Low-osmolarity oral rehydration solution (ORS)
New formulation of Oral Rehydration Salts (ORS) with reduced osmolarity
||Background: Two decades ago diarrhoea was responsible for around 5 million deaths
annually. Through major public health efforts primarily aimed at
preventing and treating dehydration this figure has decreased to around 2
million deaths. Prevention of dehydration is primarily achieved by
ensuring that children with diarrhoea are provided with more fluids than
usual, and/or increased frequency of breastfeeding, during the acute
episode. The combination of increased home fluids and the use of Oral
Rehydration Salts (ORS) for the treatment of dehydration have proven to be
a very powerful intervention for the prevention of childhood deaths from
For more than 25 years UNICEF and WHO have recommended a single
formulation of glucose-based ORS to prevent or treat dehydration from
diarrhoea irrespective of the cause or age group affected. This product,
which provides a solution containing 90 mEq/l of sodium with a total
osmolarity of 311 mOsm/l, has proven effective and without apparent
adverse effects in worldwide use. It has been well established, however,
that ORS solution does not reduce stool output or duration of diarrhoea.
For this reason the current ORS might have had less than optimal
acceptance by mothers and health workers, preferring a treatment that
causes diarrhoea to stop. During the past 20 years numerous studies have
been undertaken to develop an 'improved' ORS. The goal was a product that
would be at least as safe and effective as standard ORS for preventing or
treating dehydration from all types of diarrhoea but which, in addition,
would reduce stool output or have other important clinical benefits. One
successful approach is based on reducing the osmolarity of ORS solution to
avoid possible adverse effects of hypertonicity on net fluid absorption.
This was done by reducing the solution's glucose and salt (NaCl)
Studies to evaluate this approach were reviewed at
in July 2001*, and technical recommendations were made to WHO and
UNICEF on the efficacy and safety of reduced osmolarity ORS in children
with acute non-cholera diarrhoea, and in adults and children with
Launch of new formulation:
At UNICEF Supply Division, a bid for Reduced Osmolarity ORS was
launched in September 2003 and two manufacturers were approved for
the supply of new ORS formulation. The new ORS is in stock at UNICEF
Supply Division. Phase out of the old ORS and phase in of the new
ORS is taking place and the old ORS will for a short period of time
remain part of the New Emergency Health Kit, as a certain stock of
these kits was packed before the introduction of the new ORS. For
the moment, the price of new ORS is approximately 15 per cent lower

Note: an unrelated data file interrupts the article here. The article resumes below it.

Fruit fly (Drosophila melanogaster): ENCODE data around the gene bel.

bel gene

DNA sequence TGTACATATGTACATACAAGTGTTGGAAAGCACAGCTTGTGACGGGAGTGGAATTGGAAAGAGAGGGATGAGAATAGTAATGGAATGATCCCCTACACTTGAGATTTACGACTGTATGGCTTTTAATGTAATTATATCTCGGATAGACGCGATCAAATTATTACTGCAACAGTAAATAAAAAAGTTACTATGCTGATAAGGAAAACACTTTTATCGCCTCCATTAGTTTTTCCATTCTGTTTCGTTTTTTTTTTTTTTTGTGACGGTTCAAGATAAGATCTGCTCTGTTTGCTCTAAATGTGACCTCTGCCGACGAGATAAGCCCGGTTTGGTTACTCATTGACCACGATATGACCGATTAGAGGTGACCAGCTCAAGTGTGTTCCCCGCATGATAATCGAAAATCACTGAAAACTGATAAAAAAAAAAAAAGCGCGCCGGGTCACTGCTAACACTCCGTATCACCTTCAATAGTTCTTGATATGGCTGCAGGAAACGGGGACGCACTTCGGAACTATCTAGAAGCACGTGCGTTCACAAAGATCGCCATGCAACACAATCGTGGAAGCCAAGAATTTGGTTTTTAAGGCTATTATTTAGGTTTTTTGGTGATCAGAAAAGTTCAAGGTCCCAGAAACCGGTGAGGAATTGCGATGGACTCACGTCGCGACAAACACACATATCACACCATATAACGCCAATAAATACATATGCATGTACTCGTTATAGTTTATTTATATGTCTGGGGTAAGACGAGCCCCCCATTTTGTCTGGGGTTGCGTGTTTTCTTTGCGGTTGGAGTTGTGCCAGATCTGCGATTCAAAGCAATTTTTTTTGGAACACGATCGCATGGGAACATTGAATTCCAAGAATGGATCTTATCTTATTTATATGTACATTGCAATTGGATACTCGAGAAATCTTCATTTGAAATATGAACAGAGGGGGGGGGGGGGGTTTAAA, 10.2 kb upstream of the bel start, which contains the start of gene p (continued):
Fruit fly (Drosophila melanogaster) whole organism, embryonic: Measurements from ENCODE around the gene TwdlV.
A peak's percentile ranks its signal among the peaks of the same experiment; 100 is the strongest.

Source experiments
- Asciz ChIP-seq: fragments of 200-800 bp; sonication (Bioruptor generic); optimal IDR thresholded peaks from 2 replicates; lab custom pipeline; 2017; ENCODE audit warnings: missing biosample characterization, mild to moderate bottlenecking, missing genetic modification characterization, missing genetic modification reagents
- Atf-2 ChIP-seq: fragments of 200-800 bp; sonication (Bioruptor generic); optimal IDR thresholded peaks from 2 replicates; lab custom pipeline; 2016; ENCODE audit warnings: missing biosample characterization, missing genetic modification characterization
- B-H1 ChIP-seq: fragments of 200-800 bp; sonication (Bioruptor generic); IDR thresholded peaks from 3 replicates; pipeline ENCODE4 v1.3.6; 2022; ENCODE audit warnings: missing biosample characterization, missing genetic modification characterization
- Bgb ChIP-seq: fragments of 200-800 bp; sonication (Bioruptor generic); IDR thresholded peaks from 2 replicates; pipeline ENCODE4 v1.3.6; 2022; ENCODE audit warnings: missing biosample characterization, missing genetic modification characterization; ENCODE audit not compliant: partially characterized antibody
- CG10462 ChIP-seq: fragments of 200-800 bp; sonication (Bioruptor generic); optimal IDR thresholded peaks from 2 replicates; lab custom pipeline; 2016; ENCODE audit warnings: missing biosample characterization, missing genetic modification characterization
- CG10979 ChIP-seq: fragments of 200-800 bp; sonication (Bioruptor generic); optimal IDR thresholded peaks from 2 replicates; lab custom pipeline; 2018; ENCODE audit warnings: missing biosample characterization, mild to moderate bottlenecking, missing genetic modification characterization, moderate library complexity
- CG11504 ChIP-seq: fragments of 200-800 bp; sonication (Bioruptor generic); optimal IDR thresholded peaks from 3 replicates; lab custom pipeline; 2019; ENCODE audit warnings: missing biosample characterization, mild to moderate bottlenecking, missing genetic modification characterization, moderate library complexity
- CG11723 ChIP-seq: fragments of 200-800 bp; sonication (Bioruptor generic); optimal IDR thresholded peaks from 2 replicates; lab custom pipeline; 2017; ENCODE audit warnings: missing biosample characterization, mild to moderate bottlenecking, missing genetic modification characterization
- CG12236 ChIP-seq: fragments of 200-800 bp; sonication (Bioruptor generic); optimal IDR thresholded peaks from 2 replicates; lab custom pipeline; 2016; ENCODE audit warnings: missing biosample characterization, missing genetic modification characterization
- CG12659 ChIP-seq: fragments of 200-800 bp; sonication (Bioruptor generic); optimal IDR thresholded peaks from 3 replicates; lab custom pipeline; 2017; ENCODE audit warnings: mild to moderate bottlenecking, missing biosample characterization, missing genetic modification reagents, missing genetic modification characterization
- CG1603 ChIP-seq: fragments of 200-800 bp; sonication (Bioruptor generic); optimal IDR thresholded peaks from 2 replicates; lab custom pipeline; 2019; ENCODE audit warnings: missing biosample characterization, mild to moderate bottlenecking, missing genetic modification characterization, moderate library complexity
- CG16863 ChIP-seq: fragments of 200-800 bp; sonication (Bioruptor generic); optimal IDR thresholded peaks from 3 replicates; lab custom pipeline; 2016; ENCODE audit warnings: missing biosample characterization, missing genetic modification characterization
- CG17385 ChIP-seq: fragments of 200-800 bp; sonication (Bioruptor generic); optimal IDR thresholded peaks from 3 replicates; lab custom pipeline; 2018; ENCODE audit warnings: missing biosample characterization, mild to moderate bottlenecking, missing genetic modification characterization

than the old ORS formulation.
|Reduced osmolarity ORS
|Reduced osmolarity ORS
Trisodium citrate, dihydrate
Composition of standard and reduced osmolarity ORS solutions
||Standard ORS solution
||Reduced Osmolarity ORS solutions|
(mEq or mmol/l)
(mEq or mmol/l)
(mEq or mmol/l)
(6, 14, 22-27)
(mEq or mmol/l)
(13, 15-18, 28-29)
Questions and Answers:
Why has a “New” Oral Rehydration Salts (ORS) formula been developed?
Why “reduced osmolarity”?
Is diarrhoea really that much of a problem for children?
When will the new ORS be available?
What do I do with the old ORS solution? Should I discard it and only use the new low osmolarity ORS solution?
What about local production of the new ORS?
How should the new ORS solution be given?
Is there any risk associated with the use of this new ORS?
What is the cost of the new ORS?
Frequently Asked Technical Questions:
- What should we advise mothers to give at home to a child with diarrhoea,
but who has no signs of dehydration?
- Should I continue to breastfeed my child with diarrhoea?
- Should we advise mothers to continue to feed a child who has diarrhoea?
- When should I take my child with diarrhoea to a health centre?
- What should I do in case of vomiting?
- What should I do in case of electrolyte disturbances in a child with
- What should I do if intravenous therapy is not available for a severely
- When should I suspect cholera in a child with diarrhoea?
- How can I assess for dehydration in a severely malnourished child?
- What should I do in case of fever in a child with diarrhoea?
- What should I do in case of convulsions in a child with diarrhoea?
- Should we give vitamin A to a child with diarrhoea?
- Should we give zinc supplementation to a child with diarrhoea?
- Can I give anti-diarrhoeal drugs to a child with diarrhoea?
- What antimicrobials can be used with ORS in the clinical management of
- How can we protect our water?
- How important is handwashing?
New item numbers:
The item numbers will change as follows, as the new formulation replaces the existing ORS:
1561110 - ORS, 1L sachet/Box-100
1561120 - ORS, 1L sachet/Box-100
1561111 - ORS, 1 L sachet/CAR-1000
1561121 - ORS, 1 L sachet/CAR-1000
1561120 Oral reh.salts,new formula,1L s/BOX-100
1561121 Oral reh.salts,new formula,1L s/CAR-1000
1561111 Oral rehydration salts 1L sach./CAR-1000
26 Water & electrolytes
General Description: NEW REDUCED OSMOLARITY ORS